Alberta Health Insurance Act (1935)

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The Alberta Health Insurance Act was an act passed by the Government of Alberta in February 1935. It was the first Canadian health insurance act to provide some public funding for medical services, and as such is considered to be an early step toward the provision of medicare in Canada.

Origins[edit]

In 1932, the College of Physicians and Surgeons of Alberta prepared a brief for a commission on health care reform that had been established by the Government of Alberta. The brief was presented by Albert Ernest Archer, an early supporter of public health care in Canada. The commission subsequently established a prepaid health insurance program for rural areas, and an employer/employee program for urban centres, with the province paying two-ninths of the total costs.

Context[edit]

The Alberta Health Insurance Act of 1934 was first proposed by the United Farmers of Alberta (UFA). The legislation proposed to provide health care to the every province resident at an annual cost of $14.50 per person (Canadian Dollars). However, the Act was unable to pass before the UFA was defeated out of office by the Social Credit Party.[1] The plan would require health care providers to provide specific services for the insured at no extra cost. These services included "full-time public health service", "complete medical service" (including major and minor surgery and obstetrics), "drugs and surgical appliances" if prescribed, limited "dental service", "private nursing service" (under special circumstances) and "hospitalization" (x-rays, operating room, lab services, etc.).[2] Although this plan was not enacted, later in the 1940s and 50s, a national health care system became gradually more prevalent among provinces. Hospital insurance would provide federal funds to provinces that would implement a universal hospital insurance plan. The full implementation of such programs slowly developed and in 1969 Alberta adopted a universal health insurance program.[3]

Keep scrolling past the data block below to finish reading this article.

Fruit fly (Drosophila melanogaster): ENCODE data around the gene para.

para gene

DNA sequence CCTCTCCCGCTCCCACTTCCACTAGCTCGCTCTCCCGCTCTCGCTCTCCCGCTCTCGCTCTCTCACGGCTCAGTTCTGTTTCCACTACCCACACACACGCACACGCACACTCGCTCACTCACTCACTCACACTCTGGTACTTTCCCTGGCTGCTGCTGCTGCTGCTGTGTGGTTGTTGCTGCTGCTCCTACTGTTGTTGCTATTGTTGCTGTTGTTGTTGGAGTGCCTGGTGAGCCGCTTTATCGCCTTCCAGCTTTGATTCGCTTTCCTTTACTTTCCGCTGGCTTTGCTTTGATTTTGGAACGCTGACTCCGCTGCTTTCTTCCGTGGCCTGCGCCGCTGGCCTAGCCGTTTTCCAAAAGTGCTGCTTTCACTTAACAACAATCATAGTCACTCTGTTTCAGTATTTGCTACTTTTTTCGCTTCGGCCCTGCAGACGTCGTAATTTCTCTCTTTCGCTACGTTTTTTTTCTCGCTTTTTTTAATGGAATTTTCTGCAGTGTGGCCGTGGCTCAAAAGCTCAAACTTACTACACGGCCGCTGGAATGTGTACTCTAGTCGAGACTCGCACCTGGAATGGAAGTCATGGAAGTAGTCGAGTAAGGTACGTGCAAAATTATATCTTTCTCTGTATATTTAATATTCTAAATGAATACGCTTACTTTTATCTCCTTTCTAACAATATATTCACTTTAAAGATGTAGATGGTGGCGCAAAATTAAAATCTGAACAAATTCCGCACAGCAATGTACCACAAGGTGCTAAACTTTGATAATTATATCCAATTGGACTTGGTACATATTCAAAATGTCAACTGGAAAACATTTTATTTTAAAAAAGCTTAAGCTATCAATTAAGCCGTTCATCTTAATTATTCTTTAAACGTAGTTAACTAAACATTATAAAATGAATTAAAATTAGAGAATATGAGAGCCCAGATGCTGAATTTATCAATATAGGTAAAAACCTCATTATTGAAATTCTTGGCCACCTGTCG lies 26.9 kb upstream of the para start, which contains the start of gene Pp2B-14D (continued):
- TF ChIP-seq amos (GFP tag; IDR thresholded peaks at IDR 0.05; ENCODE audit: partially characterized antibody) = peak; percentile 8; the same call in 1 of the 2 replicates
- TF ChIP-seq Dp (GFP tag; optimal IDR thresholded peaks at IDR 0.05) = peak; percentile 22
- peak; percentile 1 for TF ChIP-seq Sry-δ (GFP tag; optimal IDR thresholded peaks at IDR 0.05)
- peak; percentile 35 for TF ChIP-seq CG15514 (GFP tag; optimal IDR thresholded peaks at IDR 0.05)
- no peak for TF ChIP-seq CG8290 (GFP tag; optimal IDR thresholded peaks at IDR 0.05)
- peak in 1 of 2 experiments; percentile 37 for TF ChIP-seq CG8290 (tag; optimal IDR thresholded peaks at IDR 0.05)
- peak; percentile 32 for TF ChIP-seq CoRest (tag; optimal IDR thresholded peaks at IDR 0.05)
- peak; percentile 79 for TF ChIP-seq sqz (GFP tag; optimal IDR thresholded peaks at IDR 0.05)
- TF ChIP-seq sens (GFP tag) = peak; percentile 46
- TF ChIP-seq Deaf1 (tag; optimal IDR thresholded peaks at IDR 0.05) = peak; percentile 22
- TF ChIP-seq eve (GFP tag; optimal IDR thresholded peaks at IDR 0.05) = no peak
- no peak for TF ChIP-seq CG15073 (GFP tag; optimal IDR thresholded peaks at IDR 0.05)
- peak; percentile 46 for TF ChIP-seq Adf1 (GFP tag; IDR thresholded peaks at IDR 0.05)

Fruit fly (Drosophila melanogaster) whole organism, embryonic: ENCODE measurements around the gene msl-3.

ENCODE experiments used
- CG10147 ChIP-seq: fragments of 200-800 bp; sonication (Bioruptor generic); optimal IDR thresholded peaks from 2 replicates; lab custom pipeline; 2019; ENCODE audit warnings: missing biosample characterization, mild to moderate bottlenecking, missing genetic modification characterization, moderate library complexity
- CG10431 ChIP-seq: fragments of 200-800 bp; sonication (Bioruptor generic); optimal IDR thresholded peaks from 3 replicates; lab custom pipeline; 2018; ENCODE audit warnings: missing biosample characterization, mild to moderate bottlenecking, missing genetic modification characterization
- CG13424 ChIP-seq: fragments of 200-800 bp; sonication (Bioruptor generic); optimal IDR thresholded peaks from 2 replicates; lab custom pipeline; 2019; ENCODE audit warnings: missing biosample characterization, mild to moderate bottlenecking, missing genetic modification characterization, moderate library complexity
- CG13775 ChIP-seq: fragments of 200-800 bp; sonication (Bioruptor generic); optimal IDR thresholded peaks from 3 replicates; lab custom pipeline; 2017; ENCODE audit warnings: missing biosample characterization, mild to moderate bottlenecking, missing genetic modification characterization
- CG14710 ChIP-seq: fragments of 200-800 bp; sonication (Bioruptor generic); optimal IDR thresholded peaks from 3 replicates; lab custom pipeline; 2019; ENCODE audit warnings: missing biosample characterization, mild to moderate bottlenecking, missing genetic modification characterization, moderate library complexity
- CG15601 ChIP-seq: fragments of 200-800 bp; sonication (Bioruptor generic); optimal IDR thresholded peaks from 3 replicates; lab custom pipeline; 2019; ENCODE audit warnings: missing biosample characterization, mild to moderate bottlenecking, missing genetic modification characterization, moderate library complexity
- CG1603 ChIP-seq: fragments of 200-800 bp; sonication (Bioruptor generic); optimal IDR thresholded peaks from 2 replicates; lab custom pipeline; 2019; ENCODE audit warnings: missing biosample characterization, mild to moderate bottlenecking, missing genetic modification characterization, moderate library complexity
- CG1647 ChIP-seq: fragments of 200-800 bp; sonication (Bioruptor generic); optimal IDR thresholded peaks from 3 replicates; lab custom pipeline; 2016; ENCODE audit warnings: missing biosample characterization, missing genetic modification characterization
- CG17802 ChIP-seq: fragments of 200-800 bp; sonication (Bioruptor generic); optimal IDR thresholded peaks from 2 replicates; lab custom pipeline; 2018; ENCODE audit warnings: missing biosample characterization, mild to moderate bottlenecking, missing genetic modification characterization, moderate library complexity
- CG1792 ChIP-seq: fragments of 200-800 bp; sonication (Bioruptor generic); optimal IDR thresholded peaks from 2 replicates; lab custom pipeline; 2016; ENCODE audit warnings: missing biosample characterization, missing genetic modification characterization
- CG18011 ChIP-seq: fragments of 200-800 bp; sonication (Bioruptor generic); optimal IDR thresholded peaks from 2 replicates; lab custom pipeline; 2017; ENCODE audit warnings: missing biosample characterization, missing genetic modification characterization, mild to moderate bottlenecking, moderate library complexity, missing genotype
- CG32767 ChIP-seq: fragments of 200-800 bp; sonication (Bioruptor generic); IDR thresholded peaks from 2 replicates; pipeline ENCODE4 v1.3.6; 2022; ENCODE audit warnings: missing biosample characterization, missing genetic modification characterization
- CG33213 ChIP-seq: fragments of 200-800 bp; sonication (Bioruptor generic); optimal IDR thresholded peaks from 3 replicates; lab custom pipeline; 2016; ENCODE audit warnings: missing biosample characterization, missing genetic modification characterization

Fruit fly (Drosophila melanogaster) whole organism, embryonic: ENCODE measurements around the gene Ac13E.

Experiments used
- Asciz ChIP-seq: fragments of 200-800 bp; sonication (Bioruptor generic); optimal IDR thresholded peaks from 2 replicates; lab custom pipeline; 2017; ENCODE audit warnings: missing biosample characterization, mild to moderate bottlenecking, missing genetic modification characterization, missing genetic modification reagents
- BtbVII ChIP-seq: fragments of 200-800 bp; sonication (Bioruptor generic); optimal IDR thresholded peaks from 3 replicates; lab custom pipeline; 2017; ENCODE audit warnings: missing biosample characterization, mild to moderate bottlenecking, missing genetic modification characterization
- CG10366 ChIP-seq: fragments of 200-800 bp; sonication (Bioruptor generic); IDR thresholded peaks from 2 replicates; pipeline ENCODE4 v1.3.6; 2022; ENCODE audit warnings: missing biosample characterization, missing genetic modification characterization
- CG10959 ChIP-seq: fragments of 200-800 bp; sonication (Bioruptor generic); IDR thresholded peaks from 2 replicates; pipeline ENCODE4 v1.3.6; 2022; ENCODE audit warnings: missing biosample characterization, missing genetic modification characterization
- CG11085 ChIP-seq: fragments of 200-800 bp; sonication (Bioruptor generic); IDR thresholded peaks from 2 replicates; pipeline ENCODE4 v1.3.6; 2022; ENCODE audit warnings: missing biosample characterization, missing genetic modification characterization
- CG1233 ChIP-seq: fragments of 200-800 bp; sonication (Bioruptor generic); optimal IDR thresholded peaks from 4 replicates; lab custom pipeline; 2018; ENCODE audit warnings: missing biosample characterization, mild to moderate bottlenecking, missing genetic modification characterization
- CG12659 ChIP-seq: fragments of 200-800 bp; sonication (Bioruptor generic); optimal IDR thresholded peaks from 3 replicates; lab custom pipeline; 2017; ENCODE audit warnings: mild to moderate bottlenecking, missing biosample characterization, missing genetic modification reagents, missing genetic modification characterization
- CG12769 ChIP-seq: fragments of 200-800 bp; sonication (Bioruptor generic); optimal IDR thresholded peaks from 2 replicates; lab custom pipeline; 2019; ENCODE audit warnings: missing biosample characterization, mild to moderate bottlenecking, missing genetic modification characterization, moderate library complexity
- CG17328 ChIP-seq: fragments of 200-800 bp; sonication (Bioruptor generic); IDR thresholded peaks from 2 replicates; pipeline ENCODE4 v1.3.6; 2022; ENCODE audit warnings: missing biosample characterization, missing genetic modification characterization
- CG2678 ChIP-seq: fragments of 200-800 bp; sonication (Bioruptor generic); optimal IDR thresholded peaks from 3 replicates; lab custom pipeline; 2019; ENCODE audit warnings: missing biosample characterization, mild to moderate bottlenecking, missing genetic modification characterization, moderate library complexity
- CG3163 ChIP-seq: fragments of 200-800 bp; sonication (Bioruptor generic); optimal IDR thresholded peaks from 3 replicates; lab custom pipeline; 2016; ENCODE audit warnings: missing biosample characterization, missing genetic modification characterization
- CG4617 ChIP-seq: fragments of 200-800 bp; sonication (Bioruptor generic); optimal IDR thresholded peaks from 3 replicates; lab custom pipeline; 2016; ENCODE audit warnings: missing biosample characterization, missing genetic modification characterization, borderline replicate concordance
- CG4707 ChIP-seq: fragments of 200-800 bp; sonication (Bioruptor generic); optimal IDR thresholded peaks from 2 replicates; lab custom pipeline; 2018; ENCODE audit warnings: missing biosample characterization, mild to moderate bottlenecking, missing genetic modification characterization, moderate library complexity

National vs. provincial government in Canada[edit]

Canadian health policies are co-financed by the federal government and provincial/territorial programs. Health care providers are mostly private, however, universal programs are implemented by the provincial government. The federal government's role is not only limited to financing, but it also regulates medical products such as pharmaceuticals, as well as funding medical research.[4] However, the provincial government seem to play a bigger and more direct role as 47% of health care spending in Canada is provided for by them while 22% is provided for by federal transfers.[5] With this large amount of provincial government spending in health care and other areas, the provincial government plays a large role in Canadian governing. Provincial government expenditure seems to be increasing and this may be attributed to the change in age distribution in Canada as this can cause a greater demand for more welfare in education and health care systems.[6]

Reform[edit]